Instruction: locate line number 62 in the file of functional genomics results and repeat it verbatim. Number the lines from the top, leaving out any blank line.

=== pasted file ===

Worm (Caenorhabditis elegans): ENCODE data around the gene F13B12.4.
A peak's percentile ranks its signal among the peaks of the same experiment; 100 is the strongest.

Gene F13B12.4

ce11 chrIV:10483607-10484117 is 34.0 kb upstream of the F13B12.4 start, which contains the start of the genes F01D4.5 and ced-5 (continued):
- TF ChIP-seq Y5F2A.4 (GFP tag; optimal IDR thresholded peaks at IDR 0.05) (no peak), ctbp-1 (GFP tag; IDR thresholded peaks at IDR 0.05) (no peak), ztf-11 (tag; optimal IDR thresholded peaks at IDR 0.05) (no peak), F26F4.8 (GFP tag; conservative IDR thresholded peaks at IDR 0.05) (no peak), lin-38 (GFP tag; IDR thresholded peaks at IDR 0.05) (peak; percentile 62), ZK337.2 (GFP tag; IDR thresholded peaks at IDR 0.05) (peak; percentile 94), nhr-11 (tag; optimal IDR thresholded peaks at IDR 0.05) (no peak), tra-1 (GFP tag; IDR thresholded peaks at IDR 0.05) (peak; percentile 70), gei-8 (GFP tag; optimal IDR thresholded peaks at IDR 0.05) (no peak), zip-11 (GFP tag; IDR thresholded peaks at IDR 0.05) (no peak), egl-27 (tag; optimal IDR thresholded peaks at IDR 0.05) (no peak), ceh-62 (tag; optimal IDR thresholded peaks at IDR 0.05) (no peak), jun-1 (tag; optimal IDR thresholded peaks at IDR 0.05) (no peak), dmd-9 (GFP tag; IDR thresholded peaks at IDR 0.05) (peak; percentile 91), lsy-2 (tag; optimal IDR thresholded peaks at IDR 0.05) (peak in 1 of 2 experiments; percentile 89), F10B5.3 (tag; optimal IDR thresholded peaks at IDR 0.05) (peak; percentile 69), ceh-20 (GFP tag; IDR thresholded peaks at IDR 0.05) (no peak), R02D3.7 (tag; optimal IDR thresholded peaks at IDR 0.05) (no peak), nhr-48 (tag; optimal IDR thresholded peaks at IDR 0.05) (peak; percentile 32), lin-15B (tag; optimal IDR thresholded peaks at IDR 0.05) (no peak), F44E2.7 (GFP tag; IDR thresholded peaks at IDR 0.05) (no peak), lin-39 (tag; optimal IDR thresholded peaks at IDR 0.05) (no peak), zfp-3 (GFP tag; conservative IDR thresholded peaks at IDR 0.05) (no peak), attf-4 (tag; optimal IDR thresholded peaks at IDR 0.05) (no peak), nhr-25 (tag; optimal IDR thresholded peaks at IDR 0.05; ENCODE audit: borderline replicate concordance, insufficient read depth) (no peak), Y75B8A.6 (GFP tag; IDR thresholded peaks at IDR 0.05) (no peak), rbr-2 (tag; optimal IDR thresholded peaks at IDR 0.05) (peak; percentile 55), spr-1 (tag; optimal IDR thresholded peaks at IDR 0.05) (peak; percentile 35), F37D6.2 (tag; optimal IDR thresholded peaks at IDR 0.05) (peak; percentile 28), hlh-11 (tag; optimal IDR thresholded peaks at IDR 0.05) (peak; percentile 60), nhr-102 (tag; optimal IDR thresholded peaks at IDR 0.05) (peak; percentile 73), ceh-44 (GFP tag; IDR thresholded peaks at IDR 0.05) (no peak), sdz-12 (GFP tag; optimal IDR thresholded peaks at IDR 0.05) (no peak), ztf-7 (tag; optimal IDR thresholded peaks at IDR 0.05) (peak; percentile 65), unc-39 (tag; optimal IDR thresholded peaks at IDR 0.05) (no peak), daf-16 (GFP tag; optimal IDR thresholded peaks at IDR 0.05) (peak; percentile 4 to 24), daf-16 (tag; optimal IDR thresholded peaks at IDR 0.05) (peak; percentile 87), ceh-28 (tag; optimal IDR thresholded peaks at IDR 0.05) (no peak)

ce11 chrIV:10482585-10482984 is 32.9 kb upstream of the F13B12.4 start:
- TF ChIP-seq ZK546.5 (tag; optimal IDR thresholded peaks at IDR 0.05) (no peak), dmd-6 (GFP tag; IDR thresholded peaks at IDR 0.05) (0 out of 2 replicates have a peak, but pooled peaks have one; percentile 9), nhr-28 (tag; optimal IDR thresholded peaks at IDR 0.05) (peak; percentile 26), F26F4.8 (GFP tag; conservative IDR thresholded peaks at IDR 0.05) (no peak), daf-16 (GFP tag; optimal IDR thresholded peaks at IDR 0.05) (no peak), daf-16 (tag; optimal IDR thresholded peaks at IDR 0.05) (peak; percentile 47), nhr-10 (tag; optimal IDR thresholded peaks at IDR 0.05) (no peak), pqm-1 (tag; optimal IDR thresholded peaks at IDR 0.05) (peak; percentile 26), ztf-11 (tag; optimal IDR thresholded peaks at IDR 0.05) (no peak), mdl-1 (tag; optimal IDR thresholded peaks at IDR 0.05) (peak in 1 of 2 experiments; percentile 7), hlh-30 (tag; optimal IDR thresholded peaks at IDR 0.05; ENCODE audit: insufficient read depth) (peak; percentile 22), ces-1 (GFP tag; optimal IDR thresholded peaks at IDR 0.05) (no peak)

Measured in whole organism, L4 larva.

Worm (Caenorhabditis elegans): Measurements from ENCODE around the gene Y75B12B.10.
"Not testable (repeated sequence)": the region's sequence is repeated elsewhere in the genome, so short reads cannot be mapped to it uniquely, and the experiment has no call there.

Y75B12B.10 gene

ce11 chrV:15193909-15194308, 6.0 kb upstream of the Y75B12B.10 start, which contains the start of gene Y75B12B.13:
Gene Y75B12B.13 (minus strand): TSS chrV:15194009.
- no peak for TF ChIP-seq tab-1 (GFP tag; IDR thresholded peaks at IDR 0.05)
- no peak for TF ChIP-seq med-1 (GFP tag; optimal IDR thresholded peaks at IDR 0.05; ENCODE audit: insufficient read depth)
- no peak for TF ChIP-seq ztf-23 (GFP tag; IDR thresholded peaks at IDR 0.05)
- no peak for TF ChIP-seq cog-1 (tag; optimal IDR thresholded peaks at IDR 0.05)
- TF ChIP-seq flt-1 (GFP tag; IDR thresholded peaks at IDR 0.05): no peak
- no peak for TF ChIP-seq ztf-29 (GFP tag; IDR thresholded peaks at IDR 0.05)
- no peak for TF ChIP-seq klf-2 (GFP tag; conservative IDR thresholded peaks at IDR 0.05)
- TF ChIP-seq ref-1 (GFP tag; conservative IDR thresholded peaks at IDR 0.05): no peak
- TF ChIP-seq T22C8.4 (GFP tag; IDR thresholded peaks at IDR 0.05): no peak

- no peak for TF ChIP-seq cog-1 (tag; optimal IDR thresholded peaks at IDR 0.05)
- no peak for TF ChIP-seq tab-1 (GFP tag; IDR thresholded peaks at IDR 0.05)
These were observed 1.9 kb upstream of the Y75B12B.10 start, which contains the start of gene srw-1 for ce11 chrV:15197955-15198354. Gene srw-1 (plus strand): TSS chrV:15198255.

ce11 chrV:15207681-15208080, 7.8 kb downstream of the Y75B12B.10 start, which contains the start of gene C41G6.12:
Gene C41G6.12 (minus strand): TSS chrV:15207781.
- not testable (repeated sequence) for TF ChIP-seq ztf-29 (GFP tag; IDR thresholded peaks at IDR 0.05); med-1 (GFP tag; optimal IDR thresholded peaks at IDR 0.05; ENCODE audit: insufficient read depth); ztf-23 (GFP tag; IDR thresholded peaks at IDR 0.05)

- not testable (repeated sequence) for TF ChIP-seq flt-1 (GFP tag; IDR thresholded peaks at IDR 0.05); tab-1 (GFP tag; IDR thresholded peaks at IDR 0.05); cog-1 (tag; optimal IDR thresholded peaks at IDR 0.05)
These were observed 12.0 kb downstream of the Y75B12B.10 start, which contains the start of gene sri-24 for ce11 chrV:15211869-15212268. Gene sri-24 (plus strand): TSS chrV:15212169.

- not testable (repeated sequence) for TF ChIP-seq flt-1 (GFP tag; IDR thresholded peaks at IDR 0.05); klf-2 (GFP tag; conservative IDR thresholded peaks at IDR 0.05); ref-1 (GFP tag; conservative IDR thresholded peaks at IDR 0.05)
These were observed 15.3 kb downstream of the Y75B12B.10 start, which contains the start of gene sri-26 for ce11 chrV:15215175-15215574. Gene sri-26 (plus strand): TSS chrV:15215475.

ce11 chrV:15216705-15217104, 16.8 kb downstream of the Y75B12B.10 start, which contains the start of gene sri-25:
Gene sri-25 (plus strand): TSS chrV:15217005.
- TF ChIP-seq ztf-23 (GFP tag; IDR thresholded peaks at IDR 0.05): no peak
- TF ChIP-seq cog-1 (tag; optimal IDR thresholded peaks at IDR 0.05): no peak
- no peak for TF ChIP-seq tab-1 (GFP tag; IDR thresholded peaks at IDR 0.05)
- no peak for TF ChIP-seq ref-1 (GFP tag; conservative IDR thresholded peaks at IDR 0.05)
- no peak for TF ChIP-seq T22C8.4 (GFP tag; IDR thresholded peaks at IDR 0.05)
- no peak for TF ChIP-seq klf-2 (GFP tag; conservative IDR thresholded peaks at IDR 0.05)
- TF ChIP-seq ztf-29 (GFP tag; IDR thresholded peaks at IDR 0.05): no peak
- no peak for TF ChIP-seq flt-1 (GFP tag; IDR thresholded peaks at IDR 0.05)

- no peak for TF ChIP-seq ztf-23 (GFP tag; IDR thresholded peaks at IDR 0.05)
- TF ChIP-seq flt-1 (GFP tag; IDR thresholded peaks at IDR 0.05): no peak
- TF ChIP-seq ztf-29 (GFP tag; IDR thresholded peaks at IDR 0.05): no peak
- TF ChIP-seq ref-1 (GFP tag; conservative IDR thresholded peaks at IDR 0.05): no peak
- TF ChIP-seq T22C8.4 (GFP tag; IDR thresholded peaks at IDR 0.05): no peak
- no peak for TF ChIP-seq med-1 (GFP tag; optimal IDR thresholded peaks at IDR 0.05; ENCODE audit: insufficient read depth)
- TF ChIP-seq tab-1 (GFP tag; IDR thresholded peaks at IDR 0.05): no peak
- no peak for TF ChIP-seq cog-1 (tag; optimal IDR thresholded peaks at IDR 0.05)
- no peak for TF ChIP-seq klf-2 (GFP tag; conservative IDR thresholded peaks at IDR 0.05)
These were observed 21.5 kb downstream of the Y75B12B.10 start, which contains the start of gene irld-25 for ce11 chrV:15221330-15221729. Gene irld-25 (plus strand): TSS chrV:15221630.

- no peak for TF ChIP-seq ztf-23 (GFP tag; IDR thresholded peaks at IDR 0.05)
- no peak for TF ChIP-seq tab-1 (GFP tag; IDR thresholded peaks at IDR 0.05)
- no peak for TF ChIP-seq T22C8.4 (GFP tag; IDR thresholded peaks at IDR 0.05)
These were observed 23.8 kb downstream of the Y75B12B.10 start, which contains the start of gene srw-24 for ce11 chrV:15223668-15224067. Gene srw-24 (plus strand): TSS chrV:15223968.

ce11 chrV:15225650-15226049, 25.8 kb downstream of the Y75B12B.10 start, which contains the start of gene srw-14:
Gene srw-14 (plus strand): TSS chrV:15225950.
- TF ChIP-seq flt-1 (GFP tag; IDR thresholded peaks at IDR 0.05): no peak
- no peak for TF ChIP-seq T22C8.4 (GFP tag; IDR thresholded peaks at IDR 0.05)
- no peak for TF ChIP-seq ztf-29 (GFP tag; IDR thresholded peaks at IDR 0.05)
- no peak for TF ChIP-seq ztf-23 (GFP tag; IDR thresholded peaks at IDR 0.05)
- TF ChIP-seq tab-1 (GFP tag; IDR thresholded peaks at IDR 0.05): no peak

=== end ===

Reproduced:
- no peak for TF ChIP-seq ztf-23 (GFP tag; IDR thresholded peaks at IDR 0.05)